Jaundice is a common condition among newborn babies. It develops when an infant has abnormally high levels of bilirubin present inside of the blood. This substance is created by the body during the process of replacing red blood cells. Normally, the liver works to break down and remove bilirubin from the body. When that is not happening, the bilirubin causes the baby's skin and eyes to take on a yellowish tinge, which is jaundice. According to the National Institute of Health, jaundice can have serious health consequences if not treated adequately and quickly.
Most cases of mild jaundice are harmless, clearing up on its own within two to four days after birth. However, according to the NIH, any level of jaundice merits strict and regular monitoring as soon as possible. This is accomplished through a skin assessment or a blood test of bilirubin levels. If the testing process show that levels are increasing, instead of decreasing, treatment of the condition should begin while the infant is still in the hospital. The baby should feed often to promote frequent bowel movements. The body can remove excessive bilirubin through the stools.
Treatment of Jaundice
If the levels remain elevated, light therapy treatment is a viable option. The newborn is placed under a blue light, wearing only a diaper and protective eye wear. The light works to break down the bilirubin that remains inside of the blood. If the infant is sent home, the parents should receive a light therapy blanket. The NIH advises, for at home therapies:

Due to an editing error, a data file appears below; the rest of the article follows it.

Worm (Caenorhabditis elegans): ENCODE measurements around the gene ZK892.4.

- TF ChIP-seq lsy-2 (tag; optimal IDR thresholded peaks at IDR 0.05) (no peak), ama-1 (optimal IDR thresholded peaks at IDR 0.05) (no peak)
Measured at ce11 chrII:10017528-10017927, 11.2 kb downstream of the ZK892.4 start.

*Allow a nurse into your home to set up the therapy and check on the levels daily
*The light source must remain on the child's skin as much as possible
*The infant must have feedings 10 to 13 times per day
*Keep a record of the number of wet and dirty diapers each day
For the most severe levels of jaundice, treatment should reportedly include an exchange transfusion, where doctor's replace the infant's blood. Physicians may also choose an intravenous treatment of antibiotics.
Though most treatment methods are successful in controlling bilirubin levels, poor diagnosis or inappropriate treatment decisions can potentially lead to significant damages. Even after the newborn leaves the hospital, the first pediatric visits should address any jaundice concerns. Though rare, jaundice can reportedly result in:
According to the NIH, there are some steps that an OB GYN can take to detect the likelihood of significant jaundice. Blood tests to determine the mother's blood type should be done. If it is determined that the mother is Rh negative or O positive, the physician may choose to conduct a follow-up test on the infant's umbilical cord to determine whether the child's blood type is incompatible with the mother's. If physicians do not take necessary precautions and apply adequate treatments, they may be liable for further complications to the baby.
If your infant experienced significant injury from jaundice, contact an experienced attorney soon to protect your legal rights.
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